We ended up in the best place on the island, a charming split bamboo bungalow with a concrete bathroom floor, comfy bed and pleasant coconut grove garden for 400 rupees (about $10) at El Dorado. The plan was to stay on as long as were we happy. After a few days we managed to score the hut nearest the beach. At sunrise, through the split bamboo, magical little beams of light danced everywhere. We heard birds, crickets and frogs along with the lapping Andaman sea while lying in bed. We stayed three weeks. There was an array of wildlife incidents in our bungalow. We had a small black scorpion that David shook out of his shorts before putting them on. A large cockroach and similar sized crab both took refuge on our soap dish, though not together. The bamboo bathroom wall could never dry out so there was a slight but ever-present aroma of mold, and every few days a tiny clump of gun-metal grey mushrooms would crop up at the bottom of that wall, but would be efficiently removed by the tireless army of ants. Sitting on our balcony at sunset, without fail, we would greet a passing frog, no doubt on his ancestral route past the right hand corner of our cabin. Surprisingly though, sitting on the balcony as night fell, our light attracted nearly no flying insects. The daily presence of fine saw dust under all the bungalows beams, showed evidence of another tireless insect colony, which would likely eat the whole cabin within a year.
Havelock should be called by some exotic name that better reflects its character. It’s a fair-sized island surrounded by stunning, clear, warm, blue-green water lapping over icing-sugar fine clean white sand. Simply extraordinary. Twice, while standing by the entrance to our beach, a newcomer would try to say hello, get their first glimpse of the colour of the water, and not be able to say hello, because they had to say ‘wow’. The lack of pollution was astounding, unprecedented in my trips throughout mainland India. A solar plant provides some of their power needs and we never suffered long power outages. Internet access was very limited though, and even phoning was a problem at times. It felt nice to be unconnected.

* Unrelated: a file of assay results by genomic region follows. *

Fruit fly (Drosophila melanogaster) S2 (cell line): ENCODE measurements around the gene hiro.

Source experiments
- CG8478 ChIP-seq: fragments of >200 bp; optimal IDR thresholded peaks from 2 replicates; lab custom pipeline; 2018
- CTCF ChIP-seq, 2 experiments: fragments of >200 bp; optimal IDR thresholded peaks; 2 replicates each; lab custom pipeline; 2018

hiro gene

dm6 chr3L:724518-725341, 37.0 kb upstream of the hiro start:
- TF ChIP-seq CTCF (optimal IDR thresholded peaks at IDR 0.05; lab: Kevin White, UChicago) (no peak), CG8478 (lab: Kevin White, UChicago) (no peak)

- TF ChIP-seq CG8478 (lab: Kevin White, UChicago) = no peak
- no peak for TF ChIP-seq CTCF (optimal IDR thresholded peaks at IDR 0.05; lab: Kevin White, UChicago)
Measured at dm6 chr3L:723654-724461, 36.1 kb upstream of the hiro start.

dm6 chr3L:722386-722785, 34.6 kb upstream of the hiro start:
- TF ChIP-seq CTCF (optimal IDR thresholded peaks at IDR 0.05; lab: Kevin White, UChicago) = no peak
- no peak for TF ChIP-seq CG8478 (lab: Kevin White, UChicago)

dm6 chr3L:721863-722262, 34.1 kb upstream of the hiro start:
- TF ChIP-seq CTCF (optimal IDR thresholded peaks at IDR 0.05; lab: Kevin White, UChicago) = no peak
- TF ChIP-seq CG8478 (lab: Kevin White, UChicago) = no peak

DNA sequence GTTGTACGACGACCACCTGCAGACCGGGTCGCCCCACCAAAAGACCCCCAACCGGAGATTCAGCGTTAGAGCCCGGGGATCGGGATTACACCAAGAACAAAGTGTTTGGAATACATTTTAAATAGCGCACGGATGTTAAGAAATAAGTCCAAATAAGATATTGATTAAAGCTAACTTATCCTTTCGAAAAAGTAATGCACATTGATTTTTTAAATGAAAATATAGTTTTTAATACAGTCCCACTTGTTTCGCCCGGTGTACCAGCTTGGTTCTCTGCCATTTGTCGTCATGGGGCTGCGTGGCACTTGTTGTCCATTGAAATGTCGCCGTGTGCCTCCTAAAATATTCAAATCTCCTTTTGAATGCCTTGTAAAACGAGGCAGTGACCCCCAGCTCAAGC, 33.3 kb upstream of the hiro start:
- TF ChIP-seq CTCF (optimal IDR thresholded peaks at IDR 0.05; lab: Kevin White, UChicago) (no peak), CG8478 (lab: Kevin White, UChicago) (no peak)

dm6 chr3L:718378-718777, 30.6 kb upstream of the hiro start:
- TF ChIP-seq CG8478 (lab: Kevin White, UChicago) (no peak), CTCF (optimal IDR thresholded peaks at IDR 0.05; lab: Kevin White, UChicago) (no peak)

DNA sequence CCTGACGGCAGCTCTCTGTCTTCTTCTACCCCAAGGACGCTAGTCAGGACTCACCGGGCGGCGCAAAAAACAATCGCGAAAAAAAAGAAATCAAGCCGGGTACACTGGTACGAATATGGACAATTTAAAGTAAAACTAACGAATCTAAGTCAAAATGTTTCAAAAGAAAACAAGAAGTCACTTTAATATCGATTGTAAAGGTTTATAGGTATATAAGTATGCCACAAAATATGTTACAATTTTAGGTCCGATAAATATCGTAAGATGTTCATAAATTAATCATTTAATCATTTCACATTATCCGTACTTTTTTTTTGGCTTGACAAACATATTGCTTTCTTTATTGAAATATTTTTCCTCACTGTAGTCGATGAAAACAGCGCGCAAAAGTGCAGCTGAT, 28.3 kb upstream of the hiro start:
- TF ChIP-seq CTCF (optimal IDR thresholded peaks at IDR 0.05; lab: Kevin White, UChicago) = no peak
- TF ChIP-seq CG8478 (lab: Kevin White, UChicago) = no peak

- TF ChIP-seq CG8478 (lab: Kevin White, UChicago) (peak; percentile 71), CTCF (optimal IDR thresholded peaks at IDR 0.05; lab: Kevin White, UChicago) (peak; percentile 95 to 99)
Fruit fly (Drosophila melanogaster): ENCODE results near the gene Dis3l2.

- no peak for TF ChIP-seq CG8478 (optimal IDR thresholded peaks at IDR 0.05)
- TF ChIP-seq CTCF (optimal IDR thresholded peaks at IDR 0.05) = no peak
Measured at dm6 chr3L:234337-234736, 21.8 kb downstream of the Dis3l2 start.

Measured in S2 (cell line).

We quickly assumed a standard schedule. We started with a cup of joe on the balcony, before catching our morning bus. We were on a beautiful beach, but the real stunner was on the opposite side of the island. Our bus, for pennies, dropped us in town (the mid island’s Village Number Three) just 5 minutes away, where we’d have time for a roti cannai and chai breakfast before our second bus arrived. It would take us past the teak and thatch homes (or sometimes cinder block and tin), past rice paddies and palm forest, past dense vine-heavy jungle to the finest beach we’ve ever seen, called, prosaically, Number Seven. If you don’t believe us, Time Magazine called it the world’s best beach in 2004. It was a half an hour walk from the bus to the where the snorkeling was best, on a path through a mature tropical hard-wood forest (including the Giant Dum Dum trees) with jungle-covered hills on one side and the azure ocean on the other. The trees were tall and straight, with silver-smooth bark that looked like dinosaur skin. The bottoms often sported wide buttresses, and high, high above our heads the tree tops resembled broccoli bunches. Magnificent mighty trees, and given the scale of the logging over the last century, shockingly still standing. Port Blair once had the biggest saw-mill in all of India, and only 10 years ago did the cutting stop. That this century-old hardwood forest with such easy access on a beach-front never got axed is a miracle. The snorkel beach provided shade, had wonderful fish and okay coral. The most impressive of the fish were the Napoleans. About 50 of these massive coral-eaters stayed fairly near shore, very unaffected by our presence, solely interested in munching the hard coral. You often heard them before you saw them, but with a large bump on their head and weighing in at about 40kg each they were quite the sight, especially since they had no fear or interest in swimmers, and we could be literally moving right among them. A myriad of other tropical fish were seen and of course the thugs of the ocean, the barracuda. On the beach there were no bars, no venders, no music, no jet skies, no beggars, and no tourist boats pulling up dropping off groups. There were only ever a half dozen people there. No kidding.